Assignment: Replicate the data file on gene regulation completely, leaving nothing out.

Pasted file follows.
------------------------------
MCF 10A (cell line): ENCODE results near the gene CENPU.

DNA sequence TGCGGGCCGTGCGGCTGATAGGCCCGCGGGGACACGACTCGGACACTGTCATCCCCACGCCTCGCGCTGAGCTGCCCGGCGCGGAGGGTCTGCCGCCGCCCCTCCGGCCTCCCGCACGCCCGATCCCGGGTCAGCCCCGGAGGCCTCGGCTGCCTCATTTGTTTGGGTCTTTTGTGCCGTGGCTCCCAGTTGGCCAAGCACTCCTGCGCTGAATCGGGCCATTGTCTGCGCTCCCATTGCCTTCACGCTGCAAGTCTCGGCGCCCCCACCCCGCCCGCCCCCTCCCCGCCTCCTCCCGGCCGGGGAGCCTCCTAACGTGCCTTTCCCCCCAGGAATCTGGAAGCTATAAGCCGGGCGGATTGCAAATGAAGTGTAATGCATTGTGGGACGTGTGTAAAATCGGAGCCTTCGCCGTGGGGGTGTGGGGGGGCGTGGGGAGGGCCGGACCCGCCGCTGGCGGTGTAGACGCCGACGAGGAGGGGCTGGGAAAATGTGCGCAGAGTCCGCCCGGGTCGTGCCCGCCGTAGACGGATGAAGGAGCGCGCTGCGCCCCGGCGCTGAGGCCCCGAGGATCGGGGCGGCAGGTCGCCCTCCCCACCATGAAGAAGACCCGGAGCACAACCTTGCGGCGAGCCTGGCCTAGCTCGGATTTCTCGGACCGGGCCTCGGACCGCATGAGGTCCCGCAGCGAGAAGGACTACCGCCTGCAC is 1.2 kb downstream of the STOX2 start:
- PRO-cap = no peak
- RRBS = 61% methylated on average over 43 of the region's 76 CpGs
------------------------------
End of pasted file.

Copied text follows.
MCF 10A (cell line): ENCODE results near the gene CENPU.

DNA sequence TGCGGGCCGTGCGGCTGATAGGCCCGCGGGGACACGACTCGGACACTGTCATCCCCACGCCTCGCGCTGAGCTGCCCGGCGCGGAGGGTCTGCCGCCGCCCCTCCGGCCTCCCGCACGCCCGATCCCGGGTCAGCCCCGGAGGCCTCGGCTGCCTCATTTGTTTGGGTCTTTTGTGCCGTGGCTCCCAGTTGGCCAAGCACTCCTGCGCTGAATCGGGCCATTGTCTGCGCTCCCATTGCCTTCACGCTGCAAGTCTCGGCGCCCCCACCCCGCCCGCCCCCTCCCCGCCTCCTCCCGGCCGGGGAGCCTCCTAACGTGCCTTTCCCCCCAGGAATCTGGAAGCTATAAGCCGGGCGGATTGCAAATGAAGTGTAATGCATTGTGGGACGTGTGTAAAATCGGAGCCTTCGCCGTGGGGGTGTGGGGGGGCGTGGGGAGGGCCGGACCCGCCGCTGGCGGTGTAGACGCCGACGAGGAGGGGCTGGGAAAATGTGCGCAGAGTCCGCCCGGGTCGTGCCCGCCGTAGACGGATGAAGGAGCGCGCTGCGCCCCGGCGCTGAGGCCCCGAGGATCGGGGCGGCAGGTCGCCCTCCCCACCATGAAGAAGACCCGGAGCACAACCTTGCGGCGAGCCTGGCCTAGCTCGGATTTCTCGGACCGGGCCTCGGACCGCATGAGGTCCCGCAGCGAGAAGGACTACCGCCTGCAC is 1.2 kb downstream of the STOX2 start:
- PRO-cap = no peak
- RRBS = 61% methylated on average over 43 of the region's 76 CpGs